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  • Author: Anthony H. Cordesman, Aaron Linn
  • Publication Date: 03-2015
  • Content Type: Working Paper
  • Institution: Center for Strategic and International Studies
  • Abstract: The tensions between the Koreas – and the potential involvement of the People's Republic of China (China or PRC), Japan, Russia, and the United States of America (US) in a Korean conflict – create a nearly open-ended spectrum of possible conflicts. These conflicts could range from posturing and threats – “wars of intimidation” – to a major conventional conflict on the Korean Peninsula, intervention by outside powers like the US and China, and the extreme of nuclear conflict.
  • Political Geography: Russia, United States, Japan, China, Korea, Northeast Asia
  • Author: Scott W. Harold
  • Publication Date: 03-2015
  • Content Type: Journal Article
  • Journal: The Washington Quarterly
  • Institution: Center for Strategic and International Studies
  • Abstract: U.S. foreign policy is beset by numerous simultaneous crises. In Syria, the Assad regime continues to commit massive human rights abuses, while Islamic State jihadis are seizing territory in Syria and neighboring Iraq. Russia has annexed Crimea and is threatening its neighbors from Ukraine to the Baltics. In Nigeria, Boko Haram is killing students while they sleep and abducting hundreds of young girls to sell into slavery, while the Ebola virus is killing thousands in neighboring West African states. And as if this wasn't enough, in Asia, China is on the march in the South China Sea, North Korea may test another nuclear device, and U.S. allies Japan and South Korea continue to feud over history issues. In light of these challenges, U.S. foreign policy analysts may understandably question the fate of President Obama's signature foreign policy initiative, the `pivot' or `rebalance' to the Asia–Pacific.
  • Topic: Foreign Policy
  • Political Geography: Japan, China, America, Asia, South Korea, Syria, Nigeria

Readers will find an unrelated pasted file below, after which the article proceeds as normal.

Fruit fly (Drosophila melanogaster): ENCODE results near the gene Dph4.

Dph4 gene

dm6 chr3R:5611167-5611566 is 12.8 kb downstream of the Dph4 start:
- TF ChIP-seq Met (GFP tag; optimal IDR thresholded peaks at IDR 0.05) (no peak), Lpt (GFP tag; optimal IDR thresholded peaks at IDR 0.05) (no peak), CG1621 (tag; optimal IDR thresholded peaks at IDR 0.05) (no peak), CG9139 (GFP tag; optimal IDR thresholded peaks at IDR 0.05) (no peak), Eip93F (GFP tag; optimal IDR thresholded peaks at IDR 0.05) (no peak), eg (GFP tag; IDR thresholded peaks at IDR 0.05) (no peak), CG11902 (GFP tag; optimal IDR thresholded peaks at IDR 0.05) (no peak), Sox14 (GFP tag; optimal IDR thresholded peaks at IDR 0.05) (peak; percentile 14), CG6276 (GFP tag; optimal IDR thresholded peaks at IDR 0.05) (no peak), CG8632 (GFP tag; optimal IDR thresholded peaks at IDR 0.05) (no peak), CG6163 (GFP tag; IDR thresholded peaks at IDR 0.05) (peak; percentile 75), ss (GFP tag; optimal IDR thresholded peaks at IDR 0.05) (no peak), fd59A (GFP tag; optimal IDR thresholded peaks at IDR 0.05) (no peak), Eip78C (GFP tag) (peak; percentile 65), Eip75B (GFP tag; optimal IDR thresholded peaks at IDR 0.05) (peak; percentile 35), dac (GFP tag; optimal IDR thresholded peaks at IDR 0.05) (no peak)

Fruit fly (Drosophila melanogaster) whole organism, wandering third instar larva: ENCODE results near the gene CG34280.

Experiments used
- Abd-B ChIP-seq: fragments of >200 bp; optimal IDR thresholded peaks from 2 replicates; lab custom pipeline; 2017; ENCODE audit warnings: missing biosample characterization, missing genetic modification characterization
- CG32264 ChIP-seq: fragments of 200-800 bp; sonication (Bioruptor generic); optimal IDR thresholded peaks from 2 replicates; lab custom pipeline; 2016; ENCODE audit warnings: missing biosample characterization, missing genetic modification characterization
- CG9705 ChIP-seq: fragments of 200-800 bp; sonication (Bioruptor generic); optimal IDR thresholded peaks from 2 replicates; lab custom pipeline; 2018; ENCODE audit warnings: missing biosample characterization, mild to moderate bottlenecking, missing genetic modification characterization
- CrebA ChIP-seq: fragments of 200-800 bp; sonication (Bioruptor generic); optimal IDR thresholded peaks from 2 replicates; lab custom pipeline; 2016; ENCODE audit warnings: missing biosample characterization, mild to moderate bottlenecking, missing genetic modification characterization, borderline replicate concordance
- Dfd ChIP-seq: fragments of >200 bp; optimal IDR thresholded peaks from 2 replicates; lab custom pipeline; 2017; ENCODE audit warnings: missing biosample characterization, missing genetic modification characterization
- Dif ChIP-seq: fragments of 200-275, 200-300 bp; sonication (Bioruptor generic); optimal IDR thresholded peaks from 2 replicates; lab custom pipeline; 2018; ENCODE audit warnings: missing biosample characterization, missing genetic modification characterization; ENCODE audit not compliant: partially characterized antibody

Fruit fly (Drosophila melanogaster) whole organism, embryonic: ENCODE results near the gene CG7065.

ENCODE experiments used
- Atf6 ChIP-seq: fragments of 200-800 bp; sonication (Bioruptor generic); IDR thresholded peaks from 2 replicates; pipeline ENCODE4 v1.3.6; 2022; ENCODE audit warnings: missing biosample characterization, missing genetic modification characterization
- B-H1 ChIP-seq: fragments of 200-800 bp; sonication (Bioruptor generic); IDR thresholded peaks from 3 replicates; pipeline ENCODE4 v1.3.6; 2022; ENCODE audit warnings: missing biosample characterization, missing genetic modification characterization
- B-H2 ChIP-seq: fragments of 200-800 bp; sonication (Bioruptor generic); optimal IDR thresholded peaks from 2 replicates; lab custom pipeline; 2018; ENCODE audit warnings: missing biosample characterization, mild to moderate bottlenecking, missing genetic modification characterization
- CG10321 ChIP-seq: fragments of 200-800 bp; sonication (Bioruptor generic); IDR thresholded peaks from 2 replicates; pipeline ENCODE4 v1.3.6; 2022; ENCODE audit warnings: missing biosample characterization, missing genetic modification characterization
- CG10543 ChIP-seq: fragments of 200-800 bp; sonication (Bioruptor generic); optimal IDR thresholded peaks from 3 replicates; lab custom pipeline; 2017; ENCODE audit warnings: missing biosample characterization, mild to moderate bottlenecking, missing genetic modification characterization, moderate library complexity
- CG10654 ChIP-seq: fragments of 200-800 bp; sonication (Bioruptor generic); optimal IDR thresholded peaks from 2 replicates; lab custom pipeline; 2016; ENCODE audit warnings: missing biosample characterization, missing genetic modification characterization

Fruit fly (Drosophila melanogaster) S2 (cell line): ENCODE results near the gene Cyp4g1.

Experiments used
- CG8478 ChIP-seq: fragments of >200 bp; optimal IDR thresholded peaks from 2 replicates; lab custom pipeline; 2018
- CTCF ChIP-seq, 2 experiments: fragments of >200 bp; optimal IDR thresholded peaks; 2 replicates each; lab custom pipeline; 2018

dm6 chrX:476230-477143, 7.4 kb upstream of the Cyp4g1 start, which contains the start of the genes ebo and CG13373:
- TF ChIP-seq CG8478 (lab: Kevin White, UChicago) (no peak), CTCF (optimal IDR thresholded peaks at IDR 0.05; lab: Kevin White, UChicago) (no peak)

• Author: Brad Glosserman
  • Publication Date: 12-2014
  • Content Type: Working Paper
  • Institution: Center for Strategic and International Studies
  • Abstract: The US extended deterrent in Northeast Asia is strong. US alliances with Japan and South Korea are each arguably in the best shape in years, with alliance modernization efforts proceeding in tandem with domestic adjustments to security policy that strengthen the foundation for cooperative action. Policy toward North Korea, historically a wedge between Washington and allied governments in the region, is largely aligned, and serving as a glue rather than a source of discord. This otherwise sunny outlook is darkened by the difficulties in the Seoul-Tokyo relationship. The (from a US perspective) obvious convergence of interests among the three governments is overshadowed by a lengthy and depressingly well-rehearsed list of problems. The second US-ROK-Japan Trilateral Extended Deterrence Dialogue, hosted by Pacific Forum CSIS and the Asan Institute for Policy Studies, with indirect support from the Project on Advanced Systems and Concepts for Countering WMD (PASCC) and the Defense Threat Reduction Agency (DTRA), explored ways to overcome those obstacles to enhanced cooperation. In an attempt to push the envelope, the 43 senior participants from the three countries joined 17 Pacific Forum Young Leaders (all attending in their private capacities) in discussions and a tabletop exercise that was designed to explore reactions to a nuclear contingency on the Korean Peninsula. The results were sobering and underscored the need for increased coordination and planning among the three governments to prepare for such a crisis in Northeast Asia.
  • Topic: Conflict Prevention, Diplomacy, Regional Cooperation, Weapons of Mass Destruction, Nuclear Power
  • Political Geography: Japan, Asia, South Korea, North Korea
  • Publication Date: 11-2014
  • Content Type: Working Paper
  • Institution: Center for Strategic and International Studies
  • Abstract: The March 2011 accident at the Fukushima Daiichi nuclear power plant triggered a public crisis of confidence in Japan's nuclear energy program. Once reliant on over 50 nuclear power reactors for 30% of its electricity generation, none of the reactors are in operation today. Instead, Japan has relied on importing coal, gas and oil with predict - able, negative effects on its trade balance, environment, and economy.
  • Topic: Security, Energy Policy, Nuclear Weapons, Nuclear Power
  • Political Geography: Japan
  • Author: Brad Glosserman
  • Publication Date: 12-2014
  • Content Type: Working Paper
  • Institution: Center for Strategic and International Studies
  • Abstract: The US extended deterrent in Northeast Asia is strong. US alliances with Japan and South Korea are each arguably in the best shape in years, with alliance modernization efforts proceeding in tandem with domestic adjustments to security policy that strengthen the foundation for cooperative action. Policy toward North Korea, historically a wedge between Washington and allied governments in the region, is largely aligned, and serving as a glue rather than a source of discord.
  • Topic: International Cooperation, International Security, Military Strategy
  • Political Geography: Japan, South Korea
  • Author: Jeffrey Reeves
  • Publication Date: 02-2014
  • Content Type: Journal Article
  • Journal: The Washington Quarterly
  • Institution: Center for Strategic and International Studies